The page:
Nearly 400 years before the birth of Louis Armstrong a Black musician in London’s Greenwich Palace was making a healthy living playing the trumpet. In fact, he was not just making a living; he was amongst the highest-paid musicians in the court of Henry VIII.

Having also played for his father Henry VII, court accounts reveal that John Blanke successfully petitioned him for a wage increase from 20 Shillings a month to 40 (Shillings) a month.

The only thing unusual at the time about John Blanke however, was, he was a Black trumpeter.

He is thought to have arrived in Britain from Spain in 1501 as one of the African attendants of Catherine of Aragon, who became Henry VIII’s first wife when they married in 1509. Henry and Catherine produced an heir, Henry, Duke of Cornwall, on New Year’s Day 1511.

To celebrate the birth Henry called a joust, which is pictured in the Great Tournament Roll of Westminster. The Roll is a 60ft manuscript depicting the royal procession and tournament. Sadly, the child died at end of February that year and the Roll was consigned to the College of Arms where it remains to this day.

John Blanke’s image features twice on the Roll, and he is believed to be the earliest known Black Briton for whom we have both an image and a record. It has been over half a millennium since the sounds of John Blanke’s trumpet filled the air and courts of Greenwich Palace.

Havilland Willshire, Director of Music at Trinity Laban Conservatoire of Music and Dance said: “As the current guardians of King Charles Court, Trinity Laban treasures and celebrates the building’s unique history. It is a privilege for us to host the John Blanke plaque at our Faculty of Music as part of our Black Culture 365 series, our year-round commitment to celebrating Black history and art.”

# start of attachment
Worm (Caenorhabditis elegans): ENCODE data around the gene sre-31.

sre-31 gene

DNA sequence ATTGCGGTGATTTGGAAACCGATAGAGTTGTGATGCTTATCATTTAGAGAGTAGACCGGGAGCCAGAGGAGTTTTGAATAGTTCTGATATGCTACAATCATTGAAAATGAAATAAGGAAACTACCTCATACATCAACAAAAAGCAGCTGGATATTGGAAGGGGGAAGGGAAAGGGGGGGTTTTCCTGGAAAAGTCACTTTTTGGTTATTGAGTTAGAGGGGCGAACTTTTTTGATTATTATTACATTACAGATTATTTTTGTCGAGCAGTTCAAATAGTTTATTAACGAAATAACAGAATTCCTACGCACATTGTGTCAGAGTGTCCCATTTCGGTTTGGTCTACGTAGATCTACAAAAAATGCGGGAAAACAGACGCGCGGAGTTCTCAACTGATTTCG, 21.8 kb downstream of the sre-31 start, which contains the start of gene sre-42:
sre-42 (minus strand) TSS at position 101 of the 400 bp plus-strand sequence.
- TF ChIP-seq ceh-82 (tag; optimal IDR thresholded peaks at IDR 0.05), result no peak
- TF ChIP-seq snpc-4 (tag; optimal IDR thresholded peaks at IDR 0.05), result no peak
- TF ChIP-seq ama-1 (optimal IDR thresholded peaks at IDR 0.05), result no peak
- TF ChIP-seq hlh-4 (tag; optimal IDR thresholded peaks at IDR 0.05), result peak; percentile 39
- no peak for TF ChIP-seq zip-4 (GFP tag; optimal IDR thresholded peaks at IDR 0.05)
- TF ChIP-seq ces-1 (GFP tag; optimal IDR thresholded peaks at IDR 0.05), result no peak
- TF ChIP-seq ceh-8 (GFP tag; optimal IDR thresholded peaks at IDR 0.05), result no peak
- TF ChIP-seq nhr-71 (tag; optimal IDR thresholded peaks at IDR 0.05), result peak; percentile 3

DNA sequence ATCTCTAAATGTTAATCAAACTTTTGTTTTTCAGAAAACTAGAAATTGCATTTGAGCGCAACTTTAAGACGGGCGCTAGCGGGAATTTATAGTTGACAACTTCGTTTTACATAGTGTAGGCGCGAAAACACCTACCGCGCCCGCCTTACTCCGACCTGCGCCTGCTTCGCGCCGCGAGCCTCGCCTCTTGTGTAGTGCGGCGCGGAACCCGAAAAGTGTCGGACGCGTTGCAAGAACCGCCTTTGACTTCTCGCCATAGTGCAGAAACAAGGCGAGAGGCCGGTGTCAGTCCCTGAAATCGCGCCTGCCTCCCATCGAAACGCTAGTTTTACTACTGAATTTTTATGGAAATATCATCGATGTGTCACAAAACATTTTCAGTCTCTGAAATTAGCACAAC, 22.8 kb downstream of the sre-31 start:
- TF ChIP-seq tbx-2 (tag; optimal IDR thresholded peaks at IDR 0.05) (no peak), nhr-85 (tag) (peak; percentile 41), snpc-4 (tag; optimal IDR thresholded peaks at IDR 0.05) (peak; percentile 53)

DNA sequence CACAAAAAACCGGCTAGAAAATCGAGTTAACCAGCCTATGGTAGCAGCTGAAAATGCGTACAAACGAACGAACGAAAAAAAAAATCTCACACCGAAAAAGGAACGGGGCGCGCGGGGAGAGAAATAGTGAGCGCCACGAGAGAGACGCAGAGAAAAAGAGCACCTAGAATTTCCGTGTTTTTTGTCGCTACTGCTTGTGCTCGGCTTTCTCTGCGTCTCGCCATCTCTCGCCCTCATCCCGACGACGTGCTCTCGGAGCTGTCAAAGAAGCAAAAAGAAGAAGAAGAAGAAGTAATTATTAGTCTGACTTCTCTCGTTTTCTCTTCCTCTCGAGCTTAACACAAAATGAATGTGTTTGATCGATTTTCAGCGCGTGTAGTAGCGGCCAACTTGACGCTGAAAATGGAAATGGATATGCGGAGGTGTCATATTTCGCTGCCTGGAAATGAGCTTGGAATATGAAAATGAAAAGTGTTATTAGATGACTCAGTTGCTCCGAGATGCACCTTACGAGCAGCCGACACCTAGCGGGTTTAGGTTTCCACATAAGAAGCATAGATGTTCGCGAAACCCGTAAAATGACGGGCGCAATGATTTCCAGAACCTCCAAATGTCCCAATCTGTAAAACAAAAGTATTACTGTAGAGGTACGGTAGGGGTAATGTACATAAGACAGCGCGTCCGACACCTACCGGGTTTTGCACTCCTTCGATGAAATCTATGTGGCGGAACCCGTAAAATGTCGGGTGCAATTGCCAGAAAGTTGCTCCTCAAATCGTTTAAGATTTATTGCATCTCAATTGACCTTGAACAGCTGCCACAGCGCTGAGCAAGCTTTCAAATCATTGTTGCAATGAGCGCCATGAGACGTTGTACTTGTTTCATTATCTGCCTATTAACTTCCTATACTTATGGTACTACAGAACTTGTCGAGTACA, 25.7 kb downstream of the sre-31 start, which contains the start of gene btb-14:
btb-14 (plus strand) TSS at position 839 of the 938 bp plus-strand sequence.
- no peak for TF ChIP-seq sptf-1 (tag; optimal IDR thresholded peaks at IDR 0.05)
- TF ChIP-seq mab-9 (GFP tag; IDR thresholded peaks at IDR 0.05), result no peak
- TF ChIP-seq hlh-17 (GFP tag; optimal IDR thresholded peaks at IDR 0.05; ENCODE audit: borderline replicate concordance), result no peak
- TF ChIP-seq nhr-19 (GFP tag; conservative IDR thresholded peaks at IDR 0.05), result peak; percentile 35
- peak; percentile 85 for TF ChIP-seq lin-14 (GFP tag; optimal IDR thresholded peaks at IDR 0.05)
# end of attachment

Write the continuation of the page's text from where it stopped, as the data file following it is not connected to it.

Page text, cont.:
Nubian Jak Community Trust CEO Dr Jak Beula said: “The Trust is delighted to receive the support of Historic England, Trinity Laban, The John Blanke Project and other stakeholders, to celebrate and blow the trumpet of a pioneering 16th-century musician, who just by his very presence has forced us to rethink what it was like to be a Black Briton over 500 years ago and beyond.”

Michael Ohajura, National Director of the John Blanke Project said: “This plaque dedicated to John Blanke, marks him out in our history not just as the first Black Briton for whom we have both an image and a record but a sign of how diverse this island was and is, and how we celebrate our diversity today.”

Author of the Black Tudors, Dr Miranda Kaufmann, said: “It's fantastic that the life of John Blanke, about whom scholars including Professor Imtiaz Habib, Dr. Onyeka Nubia, and myself, have discovered so much more over the last fifteen years, is being celebrated in this way - 510 years after John Blanke married in Greenwich in January 1512. I hope he will inspire the students who pass by the plaque every day.”

The original space has long been replaced and is now home to the Old Royal Naval College and, Trinity Laban Conservatoire of Music and Dance given listed heritage status under the protection of Historic England. However, after 3 years of planning, consent has been granted by Historic England for a special Nubian Jak blue plaque to be installed internally at King Charles Court, which is home to Trinity Laban’s Faculty of Music and part of the ORNC site.

The blue plaque will be installed on Friday 14th January at 4:00pm, 512 years to the day John Blanke got married. Members of the public are invited to attend this historic installation via Zoom.